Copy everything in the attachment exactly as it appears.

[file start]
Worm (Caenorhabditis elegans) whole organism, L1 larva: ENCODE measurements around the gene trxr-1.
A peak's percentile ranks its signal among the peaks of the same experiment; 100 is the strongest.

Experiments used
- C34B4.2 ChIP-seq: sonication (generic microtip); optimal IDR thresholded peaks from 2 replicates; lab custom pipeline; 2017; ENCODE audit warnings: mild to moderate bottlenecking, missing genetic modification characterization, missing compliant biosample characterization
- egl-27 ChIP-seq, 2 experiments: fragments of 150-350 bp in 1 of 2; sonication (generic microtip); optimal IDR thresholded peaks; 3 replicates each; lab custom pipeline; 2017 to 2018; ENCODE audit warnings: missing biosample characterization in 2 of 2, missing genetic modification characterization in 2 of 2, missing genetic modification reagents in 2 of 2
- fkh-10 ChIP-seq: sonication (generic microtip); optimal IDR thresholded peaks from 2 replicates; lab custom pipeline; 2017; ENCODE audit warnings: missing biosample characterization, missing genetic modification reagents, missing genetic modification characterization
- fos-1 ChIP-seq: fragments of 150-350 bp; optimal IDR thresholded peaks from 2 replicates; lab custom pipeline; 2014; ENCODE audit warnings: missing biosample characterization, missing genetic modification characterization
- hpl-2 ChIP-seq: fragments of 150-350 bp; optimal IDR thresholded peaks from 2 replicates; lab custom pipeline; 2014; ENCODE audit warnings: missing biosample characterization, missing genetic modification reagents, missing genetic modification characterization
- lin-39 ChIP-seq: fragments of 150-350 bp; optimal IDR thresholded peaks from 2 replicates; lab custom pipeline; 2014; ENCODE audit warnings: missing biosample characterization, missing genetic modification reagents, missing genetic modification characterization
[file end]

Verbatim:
Worm (Caenorhabditis elegans) whole organism, L1 larva: ENCODE measurements around the gene trxr-1.
A peak's percentile ranks its signal among the peaks of the same experiment; 100 is the strongest.

Experiments used
- C34B4.2 ChIP-seq: sonication (generic microtip); optimal IDR thresholded peaks from 2 replicates; lab custom pipeline; 2017; ENCODE audit warnings: mild to moderate bottlenecking, missing genetic modification characterization, missing compliant biosample characterization
- egl-27 ChIP-seq, 2 experiments: fragments of 150-350 bp in 1 of 2; sonication (generic microtip); optimal IDR thresholded peaks; 3 replicates each; lab custom pipeline; 2017 to 2018; ENCODE audit warnings: missing biosample characterization in 2 of 2, missing genetic modification characterization in 2 of 2, missing genetic modification reagents in 2 of 2
- fkh-10 ChIP-seq: sonication (generic microtip); optimal IDR thresholded peaks from 2 replicates; lab custom pipeline; 2017; ENCODE audit warnings: missing biosample characterization, missing genetic modification reagents, missing genetic modification characterization
- fos-1 ChIP-seq: fragments of 150-350 bp; optimal IDR thresholded peaks from 2 replicates; lab custom pipeline; 2014; ENCODE audit warnings: missing biosample characterization, missing genetic modification characterization
- hpl-2 ChIP-seq: fragments of 150-350 bp; optimal IDR thresholded peaks from 2 replicates; lab custom pipeline; 2014; ENCODE audit warnings: missing biosample characterization, missing genetic modification reagents, missing genetic modification characterization
- lin-39 ChIP-seq: fragments of 150-350 bp; optimal IDR thresholded peaks from 2 replicates; lab custom pipeline; 2014; ENCODE audit warnings: missing biosample characterization, missing genetic modification reagents, missing genetic modification characterization